Sunday, February 24, 2008

Sample vs. Specimen

Dictionaries are not sufficiently clear about the difference between sample and specimen, but the difference is important in the context of experimental methods. For example, we obtain a material sample froma manufacturer to determine experimentally the properties of the material. In order to do so we divide the sample into speciments, each one generating an individual data point. Statistical analysis of the data allows us to calculate such quantities as the mean value, and so on. The statistical interpretation of sample supports our adopted definition of sample (see below).

Sample (material): a piece or limited quantity of material, usually from a larger amount, taken or provided for testing, analysis, inspection, demonstration, or trial use (http://en.wikipedia.org/wiki/Sample_%28material%29). Specimens are smaller pieces taken from the sample.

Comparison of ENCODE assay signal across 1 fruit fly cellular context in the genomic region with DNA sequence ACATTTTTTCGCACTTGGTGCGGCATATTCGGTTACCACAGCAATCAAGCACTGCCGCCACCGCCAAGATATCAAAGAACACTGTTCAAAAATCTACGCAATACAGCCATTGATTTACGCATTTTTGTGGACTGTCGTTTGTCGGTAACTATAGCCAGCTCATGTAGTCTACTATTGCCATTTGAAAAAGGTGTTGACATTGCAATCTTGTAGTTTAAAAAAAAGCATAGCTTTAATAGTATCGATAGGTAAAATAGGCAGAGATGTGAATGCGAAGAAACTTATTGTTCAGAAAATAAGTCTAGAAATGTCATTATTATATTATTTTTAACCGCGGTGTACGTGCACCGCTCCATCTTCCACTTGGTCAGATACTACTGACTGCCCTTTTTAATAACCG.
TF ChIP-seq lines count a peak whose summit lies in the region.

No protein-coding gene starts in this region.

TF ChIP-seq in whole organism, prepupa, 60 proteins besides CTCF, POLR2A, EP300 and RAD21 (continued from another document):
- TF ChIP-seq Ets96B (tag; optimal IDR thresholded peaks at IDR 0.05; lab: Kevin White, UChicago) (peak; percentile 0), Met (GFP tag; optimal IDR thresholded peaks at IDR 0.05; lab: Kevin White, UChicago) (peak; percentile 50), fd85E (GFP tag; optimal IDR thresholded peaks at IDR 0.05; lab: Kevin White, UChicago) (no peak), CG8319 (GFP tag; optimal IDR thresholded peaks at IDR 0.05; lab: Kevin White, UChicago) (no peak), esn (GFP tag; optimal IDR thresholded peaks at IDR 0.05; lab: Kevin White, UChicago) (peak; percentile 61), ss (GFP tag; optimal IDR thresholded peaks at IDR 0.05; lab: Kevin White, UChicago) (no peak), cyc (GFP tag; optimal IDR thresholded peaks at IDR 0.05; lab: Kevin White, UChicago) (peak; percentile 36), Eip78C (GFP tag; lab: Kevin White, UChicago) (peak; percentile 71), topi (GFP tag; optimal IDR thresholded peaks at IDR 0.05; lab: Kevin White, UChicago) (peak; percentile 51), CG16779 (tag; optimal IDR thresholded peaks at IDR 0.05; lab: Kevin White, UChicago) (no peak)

Sample (statistical): the part of a statistical population which is actually observed (http://en.wikipedia.org/wiki/Sample_%28material%29); but still composed of multiple specimens. Individual items of the sample are specimens and they each generate a data point.

Specimen: An individual instance that represents a class (http://en.wiktionary.org/wiki/specimen). Not to be confused with a sample, from which specimens are obtained.

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